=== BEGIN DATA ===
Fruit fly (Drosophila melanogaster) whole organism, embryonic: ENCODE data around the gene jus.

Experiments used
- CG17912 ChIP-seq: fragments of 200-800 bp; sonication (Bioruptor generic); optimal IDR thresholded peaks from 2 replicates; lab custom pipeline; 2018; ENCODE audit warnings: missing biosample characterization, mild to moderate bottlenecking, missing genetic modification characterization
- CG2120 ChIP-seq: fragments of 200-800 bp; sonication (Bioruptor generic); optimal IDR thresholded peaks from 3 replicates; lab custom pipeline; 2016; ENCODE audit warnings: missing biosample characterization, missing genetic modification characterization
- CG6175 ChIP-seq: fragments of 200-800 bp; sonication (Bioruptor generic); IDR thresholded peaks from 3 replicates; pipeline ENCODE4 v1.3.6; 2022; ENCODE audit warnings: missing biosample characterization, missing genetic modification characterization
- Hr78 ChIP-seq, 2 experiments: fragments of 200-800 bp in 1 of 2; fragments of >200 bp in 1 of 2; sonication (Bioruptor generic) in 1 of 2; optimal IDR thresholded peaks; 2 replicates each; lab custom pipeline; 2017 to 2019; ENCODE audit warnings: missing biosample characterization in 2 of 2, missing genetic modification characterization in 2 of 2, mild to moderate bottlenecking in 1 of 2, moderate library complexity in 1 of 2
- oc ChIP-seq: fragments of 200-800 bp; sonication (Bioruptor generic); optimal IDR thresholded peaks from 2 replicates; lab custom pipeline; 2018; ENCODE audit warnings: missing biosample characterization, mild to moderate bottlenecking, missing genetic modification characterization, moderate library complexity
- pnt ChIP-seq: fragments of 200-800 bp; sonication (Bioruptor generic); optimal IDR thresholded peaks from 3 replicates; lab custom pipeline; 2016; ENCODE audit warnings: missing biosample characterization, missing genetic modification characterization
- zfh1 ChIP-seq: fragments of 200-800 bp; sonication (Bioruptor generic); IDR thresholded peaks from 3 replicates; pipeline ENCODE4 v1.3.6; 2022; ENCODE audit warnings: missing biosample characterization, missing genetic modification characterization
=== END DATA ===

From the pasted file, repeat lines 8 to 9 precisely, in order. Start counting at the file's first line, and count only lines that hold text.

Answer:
- pnt ChIP-seq: fragments of 200-800 bp; sonication (Bioruptor generic); optimal IDR thresholded peaks from 3 replicates; lab custom pipeline; 2016; ENCODE audit warnings: missing biosample characterization, missing genetic modification characterization
- zfh1 ChIP-seq: fragments of 200-800 bp; sonication (Bioruptor generic); IDR thresholded peaks from 3 replicates; pipeline ENCODE4 v1.3.6; 2022; ENCODE audit warnings: missing biosample characterization, missing genetic modification characterization